Ashok Leyland on growth mode, to focus on exports
As the Indian market is becoming more cyclical off late, Ashok Leyland, the ninth largest truck maker and fourth largest bus maker in the world, is looking at increasing its exports, especially to the Middle East, SAARC, and African markets. It is also looking at Russia, Ukraine and Latin America.
Rajive Saharia, President, Global Sales and Distribution, Ashok Leyland said that the company plans to export 1 CV for every 2 CVs sold in the domestic market. For buses the domestic and export sales ratio is 58:42, T Venkataraman, Senior Vice President, Global Buses, Ashok Leyland said. “We are supplying Euro 5 vehicles to Ukraine, and to Latin America,” he said. Supply of bus kits to Ukraine is on. The local converters build bodies on them.
Saharia said that more trucks were sold overseas last year than buses. “Close to 60% of export sales was through trucks,” he said. As part of its strategy to averse risk and grow faster than the industry, Ashok Leyland exited from some of the STU business owing to “low profitability,” Vinod K Dasari, Managing Director and CEO, Ashok Leyland said. Ashok Leyland has, meanwhile, diversified to innovative products like Captain, Guru, Circuit electric bus, Sunshine school bus with roll-over protection, and the Oyster (safest) school bus in the Gulf. Since its launch the company has sold over 3000 Sunshine school buses. There is a waiting list of 500 vehicles.
Despite a single product (Dost), Ashok Leyland’s LCV portfolio, said Dasari, witnessed a growth of 4%. According to Nitin Seth, President, LCV and Defence, “We are now looking at running faster. We will launch the passenger version of Dost followed by the bigger version of
Dost called the Dost+. An eight-metre long bus on the Mitr platform will be introduced. We will also address the demand for 32-seater school bus and a CNG vehicle. These would be developed in left-hand drive variants as well by keeping in mind the export markets.” Ashok Leyland is keen to tap world’s 80% LCV market that is lefthand drive-oriented. To cater to the market for smaller buses, the left-hand drive Mitr will be its trump card.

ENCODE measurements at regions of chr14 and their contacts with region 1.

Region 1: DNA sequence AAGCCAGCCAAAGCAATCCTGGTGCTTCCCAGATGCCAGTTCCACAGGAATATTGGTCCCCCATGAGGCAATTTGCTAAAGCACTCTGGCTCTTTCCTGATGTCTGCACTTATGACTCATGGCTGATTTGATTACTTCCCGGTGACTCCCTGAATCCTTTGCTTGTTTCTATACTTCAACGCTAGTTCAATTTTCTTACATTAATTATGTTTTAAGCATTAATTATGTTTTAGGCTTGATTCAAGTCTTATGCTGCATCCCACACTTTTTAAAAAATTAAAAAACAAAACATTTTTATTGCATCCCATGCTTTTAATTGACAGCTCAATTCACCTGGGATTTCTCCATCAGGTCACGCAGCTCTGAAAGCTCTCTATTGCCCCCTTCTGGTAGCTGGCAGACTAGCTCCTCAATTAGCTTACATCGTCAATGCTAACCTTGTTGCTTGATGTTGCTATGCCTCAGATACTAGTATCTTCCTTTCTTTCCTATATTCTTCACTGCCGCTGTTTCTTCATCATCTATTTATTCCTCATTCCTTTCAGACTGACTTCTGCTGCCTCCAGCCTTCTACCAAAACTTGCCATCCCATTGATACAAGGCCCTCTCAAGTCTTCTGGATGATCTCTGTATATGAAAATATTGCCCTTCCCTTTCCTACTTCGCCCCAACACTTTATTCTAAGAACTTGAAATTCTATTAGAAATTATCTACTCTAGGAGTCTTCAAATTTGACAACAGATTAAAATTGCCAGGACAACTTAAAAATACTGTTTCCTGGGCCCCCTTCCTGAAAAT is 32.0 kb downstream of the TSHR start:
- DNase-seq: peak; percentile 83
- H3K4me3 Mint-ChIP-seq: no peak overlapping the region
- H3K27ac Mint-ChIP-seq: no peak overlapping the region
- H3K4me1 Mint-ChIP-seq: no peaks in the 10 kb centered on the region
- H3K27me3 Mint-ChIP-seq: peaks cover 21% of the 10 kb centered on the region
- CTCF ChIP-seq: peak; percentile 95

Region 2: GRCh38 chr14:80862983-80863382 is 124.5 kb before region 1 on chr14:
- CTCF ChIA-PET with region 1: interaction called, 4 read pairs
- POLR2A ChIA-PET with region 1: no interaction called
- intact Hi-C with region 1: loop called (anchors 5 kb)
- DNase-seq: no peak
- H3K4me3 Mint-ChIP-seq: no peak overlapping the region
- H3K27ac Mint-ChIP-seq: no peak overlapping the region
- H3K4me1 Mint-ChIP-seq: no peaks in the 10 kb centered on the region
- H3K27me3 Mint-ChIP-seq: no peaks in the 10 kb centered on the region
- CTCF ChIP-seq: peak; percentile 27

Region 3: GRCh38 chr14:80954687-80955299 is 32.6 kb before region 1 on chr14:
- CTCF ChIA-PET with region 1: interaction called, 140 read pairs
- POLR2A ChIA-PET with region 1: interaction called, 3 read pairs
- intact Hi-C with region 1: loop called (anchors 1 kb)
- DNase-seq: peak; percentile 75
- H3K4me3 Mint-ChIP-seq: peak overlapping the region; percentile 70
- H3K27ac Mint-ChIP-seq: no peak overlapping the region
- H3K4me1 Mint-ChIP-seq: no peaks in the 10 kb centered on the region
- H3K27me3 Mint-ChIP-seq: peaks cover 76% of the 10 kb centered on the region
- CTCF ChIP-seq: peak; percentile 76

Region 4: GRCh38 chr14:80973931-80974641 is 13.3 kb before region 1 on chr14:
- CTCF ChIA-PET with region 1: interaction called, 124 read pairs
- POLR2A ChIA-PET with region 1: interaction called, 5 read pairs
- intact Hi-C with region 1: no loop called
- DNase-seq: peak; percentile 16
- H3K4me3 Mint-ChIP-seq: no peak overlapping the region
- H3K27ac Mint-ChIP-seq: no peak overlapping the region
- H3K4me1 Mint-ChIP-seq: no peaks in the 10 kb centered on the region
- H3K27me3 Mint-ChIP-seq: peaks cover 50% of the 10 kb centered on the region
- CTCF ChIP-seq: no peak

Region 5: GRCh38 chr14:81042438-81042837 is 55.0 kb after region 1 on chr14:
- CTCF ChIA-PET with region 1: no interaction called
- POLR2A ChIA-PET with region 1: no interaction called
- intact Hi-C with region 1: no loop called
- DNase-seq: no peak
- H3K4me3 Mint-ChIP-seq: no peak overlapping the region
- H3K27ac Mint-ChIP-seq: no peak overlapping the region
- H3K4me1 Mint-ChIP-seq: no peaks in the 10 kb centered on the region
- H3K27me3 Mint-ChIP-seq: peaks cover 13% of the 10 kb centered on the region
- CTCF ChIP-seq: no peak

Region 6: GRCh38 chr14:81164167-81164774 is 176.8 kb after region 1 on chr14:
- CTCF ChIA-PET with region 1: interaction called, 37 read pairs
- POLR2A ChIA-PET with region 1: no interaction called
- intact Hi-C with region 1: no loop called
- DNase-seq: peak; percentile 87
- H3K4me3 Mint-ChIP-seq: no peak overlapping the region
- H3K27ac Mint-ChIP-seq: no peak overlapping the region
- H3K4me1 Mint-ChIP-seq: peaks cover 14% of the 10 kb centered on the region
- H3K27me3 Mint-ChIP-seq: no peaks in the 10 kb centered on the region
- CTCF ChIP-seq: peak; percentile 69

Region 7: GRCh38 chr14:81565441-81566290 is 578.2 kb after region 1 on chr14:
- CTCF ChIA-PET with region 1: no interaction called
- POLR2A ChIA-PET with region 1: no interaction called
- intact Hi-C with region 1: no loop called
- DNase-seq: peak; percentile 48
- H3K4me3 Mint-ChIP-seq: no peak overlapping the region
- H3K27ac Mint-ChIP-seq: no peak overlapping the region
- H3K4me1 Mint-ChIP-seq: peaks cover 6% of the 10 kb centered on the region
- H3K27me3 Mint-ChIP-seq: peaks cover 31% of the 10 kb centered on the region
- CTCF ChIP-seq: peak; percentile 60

Apart from expanding the 3 LCV platforms the company currently has, the plan, according to Seth, is to develop new LCV platforms by 20192020. Well aware of the domestic LCV market turning eight-per cent positive for the first time this year, Seth is looking at hitting a six-lakh volume by 2021. He hopes LCV will be a bigger player with the coming of GST.
In the export markets, Seth is keen to leverage the fact that Nissan LCVs were present in many markets. Filling up the gaps in the LCV product portfolio by developing new platforms, Ashok Leyland is looking at quadrupling the sale of LCVs, with the Nissan joint venture behind it. Ashok Leyland is banking on Dost+, which offers a 1400 kg capacity and rides on 15-inch dia. Wheels, to further increase its LCV market share in the near future. The Dost+ comes equipped with six leaf spring suspension at the rear, and a fourleaf spring suspension at the front.